3 Design Considerations for Next Generation EV Charging Stations – Charged EVs

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How to make the charging stations of tomorrow more efficient, highly reliable and safer

The global adoption of hybrid and electric vehicles depends on the network of fast charging stations available. Users don’t want to run out of juice where they can’t charge their vehicles.

Widespread adoption also depends on reducing charging time, with the goal of getting EV charging times as close to the time it takes for a full tank of conventional fossil fuel. This requirement stipulates that high-power charging stations have more than 50 kW of charging power, and the challenge is that these types of fast charging stations are relatively more expensive.

Given the growing importance of fast-charging stations, the demand for higher power levels, and the significant investment to provide both, it is crucial that designers of electric vehicle charging systems plan for efficiency, increased reliability and safety.

  • Efficiency. DC fast charging systems must convert energy efficiently. It is crucial to minimize power conversion losses to ensure maximum power to charge vehicle batteries while reducing heat build-up.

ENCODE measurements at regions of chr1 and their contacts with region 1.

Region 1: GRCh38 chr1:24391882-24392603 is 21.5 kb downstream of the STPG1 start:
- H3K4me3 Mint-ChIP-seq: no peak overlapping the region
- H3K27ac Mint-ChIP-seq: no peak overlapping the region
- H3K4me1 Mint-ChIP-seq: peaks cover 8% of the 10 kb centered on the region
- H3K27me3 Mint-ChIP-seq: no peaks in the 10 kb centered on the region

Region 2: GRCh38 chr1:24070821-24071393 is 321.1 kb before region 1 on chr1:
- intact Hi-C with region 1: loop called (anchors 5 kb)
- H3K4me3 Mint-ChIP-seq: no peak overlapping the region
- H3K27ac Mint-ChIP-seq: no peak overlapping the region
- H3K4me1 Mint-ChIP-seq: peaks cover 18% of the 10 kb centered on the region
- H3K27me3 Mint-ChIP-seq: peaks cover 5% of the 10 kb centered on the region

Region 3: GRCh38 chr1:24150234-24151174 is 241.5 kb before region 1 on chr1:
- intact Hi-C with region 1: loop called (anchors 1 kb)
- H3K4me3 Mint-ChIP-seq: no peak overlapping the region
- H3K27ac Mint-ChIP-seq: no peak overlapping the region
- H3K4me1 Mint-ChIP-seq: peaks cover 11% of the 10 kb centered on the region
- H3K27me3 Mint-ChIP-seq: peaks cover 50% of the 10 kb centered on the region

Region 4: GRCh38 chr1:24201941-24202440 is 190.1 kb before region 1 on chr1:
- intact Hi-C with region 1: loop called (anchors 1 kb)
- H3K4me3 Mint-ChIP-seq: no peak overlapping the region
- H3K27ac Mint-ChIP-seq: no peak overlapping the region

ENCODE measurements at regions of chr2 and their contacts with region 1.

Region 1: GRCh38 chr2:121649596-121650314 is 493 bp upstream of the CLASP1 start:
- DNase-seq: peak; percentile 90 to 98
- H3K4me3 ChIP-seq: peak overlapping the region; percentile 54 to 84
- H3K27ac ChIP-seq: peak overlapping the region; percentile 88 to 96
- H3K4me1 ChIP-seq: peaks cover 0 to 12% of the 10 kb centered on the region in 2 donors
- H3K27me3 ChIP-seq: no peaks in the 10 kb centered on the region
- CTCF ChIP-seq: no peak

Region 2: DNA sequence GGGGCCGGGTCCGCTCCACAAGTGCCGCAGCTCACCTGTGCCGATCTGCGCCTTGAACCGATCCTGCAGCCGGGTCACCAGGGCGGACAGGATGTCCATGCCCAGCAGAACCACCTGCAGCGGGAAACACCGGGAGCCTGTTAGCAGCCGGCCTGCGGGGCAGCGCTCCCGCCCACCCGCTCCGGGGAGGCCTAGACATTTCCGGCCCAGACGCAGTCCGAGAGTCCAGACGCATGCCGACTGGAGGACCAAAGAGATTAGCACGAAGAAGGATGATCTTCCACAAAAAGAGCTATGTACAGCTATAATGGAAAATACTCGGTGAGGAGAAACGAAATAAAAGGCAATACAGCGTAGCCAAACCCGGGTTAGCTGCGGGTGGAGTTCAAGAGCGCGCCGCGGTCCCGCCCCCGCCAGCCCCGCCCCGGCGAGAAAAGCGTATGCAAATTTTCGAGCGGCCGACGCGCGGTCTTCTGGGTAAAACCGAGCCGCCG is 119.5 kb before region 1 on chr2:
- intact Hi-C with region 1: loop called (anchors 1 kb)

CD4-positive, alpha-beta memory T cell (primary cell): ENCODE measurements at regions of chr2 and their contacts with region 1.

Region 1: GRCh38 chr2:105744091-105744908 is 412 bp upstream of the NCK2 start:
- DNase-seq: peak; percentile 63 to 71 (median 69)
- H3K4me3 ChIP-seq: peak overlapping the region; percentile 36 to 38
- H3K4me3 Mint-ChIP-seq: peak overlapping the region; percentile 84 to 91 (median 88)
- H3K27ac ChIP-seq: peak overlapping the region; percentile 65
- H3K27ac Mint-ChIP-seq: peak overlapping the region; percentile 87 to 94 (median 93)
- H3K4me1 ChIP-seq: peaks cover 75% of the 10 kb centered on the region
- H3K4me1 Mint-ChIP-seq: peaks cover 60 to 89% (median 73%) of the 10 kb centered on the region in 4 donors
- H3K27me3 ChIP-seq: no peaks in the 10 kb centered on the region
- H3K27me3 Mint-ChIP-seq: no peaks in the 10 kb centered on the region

• Reliability. After installation, EV charging equipment must operate reliably for at least ten years, even in very harsh outdoor conditions, to ensure an acceptable return on investment.
  • Security. Above all, user safety is paramount. Until recently, the public did not have access to more power than is available from wall outlets in their homes. The advent of DC charging stations has changed this by making 400 to 1000 V DC available. EV chargers must protect consumers from the threat of electric shock and other hazards.
DC charging station and functional parts requiring circuit protection.


Power semiconductors convert alternating current to the direct current needed to charge a vehicle’s batteries. The power semiconductor device controls charging by switching to match the charge level to what the vehicle battery requires, which naturally results in power losses in the form of heat. This heat can create engineering challenges in an EV charging application.

This is why the use of advanced devices based on SiC and GaN technologies in power conversion makes sense; compared to silicon devices, they offer ultra-fast switching that results in lower power losses.

SiC MOSFETs that combine high operating voltages and fast switching speeds are now available, a combination not found with traditional power transistors. Automotive charging applications must operate at high junction temperatures and exhibit low gate resistance, low output capacitance, low gate charging, and ultra-low on-resistance. Charging station designers prefer devices that offer high power density and reduce the size and weight of filter components, thereby reducing costs and space requirements.